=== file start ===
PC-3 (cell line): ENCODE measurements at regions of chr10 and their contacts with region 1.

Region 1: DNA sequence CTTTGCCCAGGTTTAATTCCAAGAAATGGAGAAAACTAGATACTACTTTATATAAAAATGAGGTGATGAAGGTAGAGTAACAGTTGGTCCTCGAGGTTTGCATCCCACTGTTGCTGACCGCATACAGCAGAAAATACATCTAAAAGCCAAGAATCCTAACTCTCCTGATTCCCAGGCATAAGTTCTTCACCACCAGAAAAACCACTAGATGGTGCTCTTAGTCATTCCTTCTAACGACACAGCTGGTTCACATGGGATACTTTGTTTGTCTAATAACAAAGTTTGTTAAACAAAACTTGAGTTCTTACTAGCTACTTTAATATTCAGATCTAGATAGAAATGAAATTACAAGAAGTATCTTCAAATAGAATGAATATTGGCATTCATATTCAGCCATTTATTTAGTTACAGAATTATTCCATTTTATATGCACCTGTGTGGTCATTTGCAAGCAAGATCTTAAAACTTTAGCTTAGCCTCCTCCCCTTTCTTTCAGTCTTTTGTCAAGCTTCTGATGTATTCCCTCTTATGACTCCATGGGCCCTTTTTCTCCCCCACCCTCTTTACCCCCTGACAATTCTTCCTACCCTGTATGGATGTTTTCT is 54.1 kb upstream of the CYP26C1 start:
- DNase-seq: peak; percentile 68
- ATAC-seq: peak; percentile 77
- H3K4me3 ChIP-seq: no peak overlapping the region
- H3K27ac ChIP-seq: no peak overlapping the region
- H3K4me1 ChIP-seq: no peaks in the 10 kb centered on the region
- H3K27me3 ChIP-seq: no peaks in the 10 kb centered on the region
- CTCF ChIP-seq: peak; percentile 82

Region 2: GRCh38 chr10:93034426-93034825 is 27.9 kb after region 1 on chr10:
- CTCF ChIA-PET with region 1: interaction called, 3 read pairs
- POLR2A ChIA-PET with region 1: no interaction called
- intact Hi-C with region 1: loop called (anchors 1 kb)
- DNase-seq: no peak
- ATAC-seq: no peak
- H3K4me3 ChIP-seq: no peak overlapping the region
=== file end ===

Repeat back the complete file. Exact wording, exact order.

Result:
PC-3 (cell line): ENCODE measurements at regions of chr10 and their contacts with region 1.

Region 1: DNA sequence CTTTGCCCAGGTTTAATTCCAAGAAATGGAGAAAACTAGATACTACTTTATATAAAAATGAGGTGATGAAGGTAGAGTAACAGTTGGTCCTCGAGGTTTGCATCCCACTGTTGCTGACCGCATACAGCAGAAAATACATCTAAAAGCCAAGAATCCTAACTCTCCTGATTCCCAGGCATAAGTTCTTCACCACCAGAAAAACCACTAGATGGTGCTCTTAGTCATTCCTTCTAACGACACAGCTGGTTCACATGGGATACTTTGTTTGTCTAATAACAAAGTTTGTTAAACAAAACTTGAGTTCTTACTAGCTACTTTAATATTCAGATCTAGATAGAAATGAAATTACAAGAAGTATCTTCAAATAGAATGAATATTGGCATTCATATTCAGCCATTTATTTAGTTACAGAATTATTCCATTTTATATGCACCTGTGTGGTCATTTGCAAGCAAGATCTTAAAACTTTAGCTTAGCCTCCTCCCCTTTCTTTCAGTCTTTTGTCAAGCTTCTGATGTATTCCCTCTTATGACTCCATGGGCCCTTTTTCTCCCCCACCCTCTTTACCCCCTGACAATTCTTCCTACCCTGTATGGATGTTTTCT is 54.1 kb upstream of the CYP26C1 start:
- DNase-seq: peak; percentile 68
- ATAC-seq: peak; percentile 77
- H3K4me3 ChIP-seq: no peak overlapping the region
- H3K27ac ChIP-seq: no peak overlapping the region
- H3K4me1 ChIP-seq: no peaks in the 10 kb centered on the region
- H3K27me3 ChIP-seq: no peaks in the 10 kb centered on the region
- CTCF ChIP-seq: peak; percentile 82

Region 2: GRCh38 chr10:93034426-93034825 is 27.9 kb after region 1 on chr10:
- CTCF ChIA-PET with region 1: interaction called, 3 read pairs
- POLR2A ChIA-PET with region 1: no interaction called
- intact Hi-C with region 1: loop called (anchors 1 kb)
- DNase-seq: no peak
- ATAC-seq: no peak
- H3K4me3 ChIP-seq: no peak overlapping the region